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The conservative cookie rebellion

By Wendy McElroy

web posted December 22, 2003

Want to buy a cookie? If you are a white male, that'll be $1; for white females, 75 cents; blacks, 25 cents. The price structure is the message.

Through Affirmative Action Bake Sales, conservative groups on campuses across America are satirically and peacefully spotlighting the injustice of AA programs that penalize or benefit students based solely on gender and race. The cookie rebels are being slammed by such a backlash that the Foundation for Individual Rights in Education (FIRE) -- dreaded by many university administrators -- just shot "an opening salvo" in the rebels' defense.

Thor Halvorssen, CEO of FIRE, declared in a press release last Friday: "Parody and political satire are not illegal in this country. College administrators appear to be under the mistaken impression that protesting affirmative action is not covered by the First Amendment to the U.S. Constitution. Freedom of speech is a right enjoyed equally and fully by both supporters and opponents of affirmative action."

What are the AA bake sales, and why do they engender such furor?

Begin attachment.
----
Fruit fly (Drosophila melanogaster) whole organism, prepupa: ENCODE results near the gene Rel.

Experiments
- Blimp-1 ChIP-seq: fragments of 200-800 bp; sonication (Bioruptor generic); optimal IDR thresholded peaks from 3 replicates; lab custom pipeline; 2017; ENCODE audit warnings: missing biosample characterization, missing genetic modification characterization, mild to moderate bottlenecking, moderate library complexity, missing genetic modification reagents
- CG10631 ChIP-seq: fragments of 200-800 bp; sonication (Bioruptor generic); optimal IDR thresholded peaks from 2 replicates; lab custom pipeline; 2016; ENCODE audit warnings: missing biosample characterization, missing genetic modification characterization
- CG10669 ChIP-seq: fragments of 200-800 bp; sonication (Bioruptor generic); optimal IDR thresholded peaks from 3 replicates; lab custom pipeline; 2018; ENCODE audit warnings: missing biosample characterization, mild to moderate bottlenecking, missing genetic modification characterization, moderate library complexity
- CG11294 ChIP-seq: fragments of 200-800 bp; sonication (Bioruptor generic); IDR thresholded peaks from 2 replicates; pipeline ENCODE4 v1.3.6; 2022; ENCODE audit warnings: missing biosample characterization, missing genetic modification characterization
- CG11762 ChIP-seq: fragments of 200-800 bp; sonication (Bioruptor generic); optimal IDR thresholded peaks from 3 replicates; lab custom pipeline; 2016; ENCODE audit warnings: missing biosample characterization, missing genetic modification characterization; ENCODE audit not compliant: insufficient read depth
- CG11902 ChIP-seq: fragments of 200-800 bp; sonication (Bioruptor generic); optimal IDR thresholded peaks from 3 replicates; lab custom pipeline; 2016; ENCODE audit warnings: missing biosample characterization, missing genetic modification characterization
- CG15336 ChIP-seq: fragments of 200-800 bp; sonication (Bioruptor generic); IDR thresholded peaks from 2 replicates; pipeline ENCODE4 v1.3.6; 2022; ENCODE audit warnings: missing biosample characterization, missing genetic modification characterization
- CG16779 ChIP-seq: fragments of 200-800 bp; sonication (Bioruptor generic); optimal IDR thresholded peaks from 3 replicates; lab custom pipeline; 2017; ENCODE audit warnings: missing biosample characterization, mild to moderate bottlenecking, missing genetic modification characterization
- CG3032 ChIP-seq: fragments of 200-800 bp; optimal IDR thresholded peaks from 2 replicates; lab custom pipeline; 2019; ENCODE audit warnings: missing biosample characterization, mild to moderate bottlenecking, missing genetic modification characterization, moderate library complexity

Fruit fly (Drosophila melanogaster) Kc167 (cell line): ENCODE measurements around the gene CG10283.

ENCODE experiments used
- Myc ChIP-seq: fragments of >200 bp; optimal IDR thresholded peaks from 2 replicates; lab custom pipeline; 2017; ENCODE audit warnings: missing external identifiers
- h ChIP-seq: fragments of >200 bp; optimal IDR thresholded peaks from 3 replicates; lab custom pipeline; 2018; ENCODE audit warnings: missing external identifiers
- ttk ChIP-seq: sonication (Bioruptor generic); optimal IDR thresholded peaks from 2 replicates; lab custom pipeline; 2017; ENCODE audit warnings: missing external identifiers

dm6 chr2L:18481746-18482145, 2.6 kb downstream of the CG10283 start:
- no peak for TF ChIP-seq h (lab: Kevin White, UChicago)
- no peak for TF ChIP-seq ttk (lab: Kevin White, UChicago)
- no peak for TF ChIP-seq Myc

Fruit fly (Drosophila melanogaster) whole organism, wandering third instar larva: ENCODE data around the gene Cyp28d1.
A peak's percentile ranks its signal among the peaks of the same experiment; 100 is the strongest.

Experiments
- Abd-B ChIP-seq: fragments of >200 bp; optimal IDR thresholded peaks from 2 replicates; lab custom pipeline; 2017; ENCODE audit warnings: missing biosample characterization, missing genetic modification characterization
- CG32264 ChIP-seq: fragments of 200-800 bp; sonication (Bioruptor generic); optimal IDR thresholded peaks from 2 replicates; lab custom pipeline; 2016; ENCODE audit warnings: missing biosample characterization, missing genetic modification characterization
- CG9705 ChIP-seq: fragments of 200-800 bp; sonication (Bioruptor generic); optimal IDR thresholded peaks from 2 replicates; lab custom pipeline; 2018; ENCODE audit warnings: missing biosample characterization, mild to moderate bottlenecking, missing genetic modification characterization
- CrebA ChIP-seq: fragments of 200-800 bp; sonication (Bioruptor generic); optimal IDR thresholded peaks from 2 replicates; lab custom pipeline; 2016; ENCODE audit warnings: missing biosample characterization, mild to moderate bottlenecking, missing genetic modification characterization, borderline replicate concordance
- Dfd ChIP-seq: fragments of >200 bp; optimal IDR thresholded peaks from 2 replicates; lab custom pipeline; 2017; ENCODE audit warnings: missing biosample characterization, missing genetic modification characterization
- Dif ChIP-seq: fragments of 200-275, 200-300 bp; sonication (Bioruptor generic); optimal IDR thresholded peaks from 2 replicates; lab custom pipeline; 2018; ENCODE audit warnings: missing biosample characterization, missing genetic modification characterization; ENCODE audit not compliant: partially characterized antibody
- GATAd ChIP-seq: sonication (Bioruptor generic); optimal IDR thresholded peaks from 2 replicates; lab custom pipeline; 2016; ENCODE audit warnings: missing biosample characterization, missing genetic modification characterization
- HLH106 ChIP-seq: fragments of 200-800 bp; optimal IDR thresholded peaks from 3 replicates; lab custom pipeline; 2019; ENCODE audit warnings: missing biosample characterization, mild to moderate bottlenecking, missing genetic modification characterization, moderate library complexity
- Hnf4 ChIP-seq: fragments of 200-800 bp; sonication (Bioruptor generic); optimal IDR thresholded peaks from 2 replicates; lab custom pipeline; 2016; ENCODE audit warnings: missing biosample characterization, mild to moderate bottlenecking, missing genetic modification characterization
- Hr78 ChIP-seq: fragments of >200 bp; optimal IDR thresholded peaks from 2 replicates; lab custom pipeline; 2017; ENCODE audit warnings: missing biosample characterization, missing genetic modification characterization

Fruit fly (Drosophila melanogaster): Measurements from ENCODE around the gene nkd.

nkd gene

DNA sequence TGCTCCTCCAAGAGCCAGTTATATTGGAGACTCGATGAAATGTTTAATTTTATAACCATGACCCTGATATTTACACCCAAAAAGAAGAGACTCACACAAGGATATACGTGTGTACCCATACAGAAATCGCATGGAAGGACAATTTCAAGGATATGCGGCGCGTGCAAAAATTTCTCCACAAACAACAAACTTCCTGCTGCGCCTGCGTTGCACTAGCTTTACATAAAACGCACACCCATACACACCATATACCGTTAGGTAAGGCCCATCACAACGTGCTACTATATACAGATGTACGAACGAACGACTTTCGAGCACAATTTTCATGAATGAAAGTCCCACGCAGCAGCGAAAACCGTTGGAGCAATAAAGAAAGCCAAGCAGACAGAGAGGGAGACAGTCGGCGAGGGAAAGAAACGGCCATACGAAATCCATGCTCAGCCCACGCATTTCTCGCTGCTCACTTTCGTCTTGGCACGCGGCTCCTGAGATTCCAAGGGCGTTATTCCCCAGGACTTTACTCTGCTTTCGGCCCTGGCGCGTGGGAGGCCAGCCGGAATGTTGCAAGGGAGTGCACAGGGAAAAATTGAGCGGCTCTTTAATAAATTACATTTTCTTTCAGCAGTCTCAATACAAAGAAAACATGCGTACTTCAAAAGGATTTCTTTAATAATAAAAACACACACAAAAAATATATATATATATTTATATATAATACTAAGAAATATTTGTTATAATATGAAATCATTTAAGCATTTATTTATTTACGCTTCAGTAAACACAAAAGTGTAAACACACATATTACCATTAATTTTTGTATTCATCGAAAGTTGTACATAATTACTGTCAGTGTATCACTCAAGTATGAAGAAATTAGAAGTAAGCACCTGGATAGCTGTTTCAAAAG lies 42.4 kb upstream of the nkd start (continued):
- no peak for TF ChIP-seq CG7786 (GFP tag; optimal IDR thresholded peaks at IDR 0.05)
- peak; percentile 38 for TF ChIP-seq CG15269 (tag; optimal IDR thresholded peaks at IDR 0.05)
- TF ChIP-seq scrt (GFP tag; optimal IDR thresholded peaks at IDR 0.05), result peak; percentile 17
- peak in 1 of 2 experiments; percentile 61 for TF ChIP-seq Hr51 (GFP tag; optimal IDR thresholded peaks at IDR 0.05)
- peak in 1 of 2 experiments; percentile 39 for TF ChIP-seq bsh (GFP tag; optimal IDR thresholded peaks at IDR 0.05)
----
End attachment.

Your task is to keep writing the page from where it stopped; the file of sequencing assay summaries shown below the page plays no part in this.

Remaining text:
The sales are intended to spark discussion, not profits. They are in the same genre as guerrilla theater -- an effective counterculture tactic usually associated with the Left -- through which societal assumptions are challenged by acting out scenarios. To the amazed query, "Are you allowed to do this?" one cookie rebel responded, "Admissions officers do it every day." By shifting the context from university policy to baked goods, the assumptions of affirmative action policies are not only challenged as sexist and racist but also revealed as nonsense.

The cookie rebels are doing the one thing political correctness cannot bear: revealing its absurdity and laughing in its face. They are not merely speaking truth to power; they are chuckling at it.

To regain the moral indignation they prize so highly, the politically correct must demonize the sale of baked goods. Thus, at Indiana University one student filed an official complaint, saying that the cookie sale would "create a climate of hostility against students of color and women and can easily turn violent." (The fact that those students were the ones given a price break didn't seem to occur to the irony-starved critic who equated a buyer's discount with a threat of violence.)

To its credit, Indiana University chose to protect the freedom of speech for both sides of the affirmative action issue; it allowed the bake sale to proceed. Other universities have made the opposite choice.

The College Republicans at the University of Washington sponsored an affirmative action bake sale on Oct. 7. CR President Jason Chambers reported, "Approximately 150 students were gathered around our booth discussing the issue [AA] by about 12:30 when our booth was attacked by leftist students who disagreed with our stance on affirmative action." The Leftists threw cookies to the ground, tore down the display and physically attacked one vendor.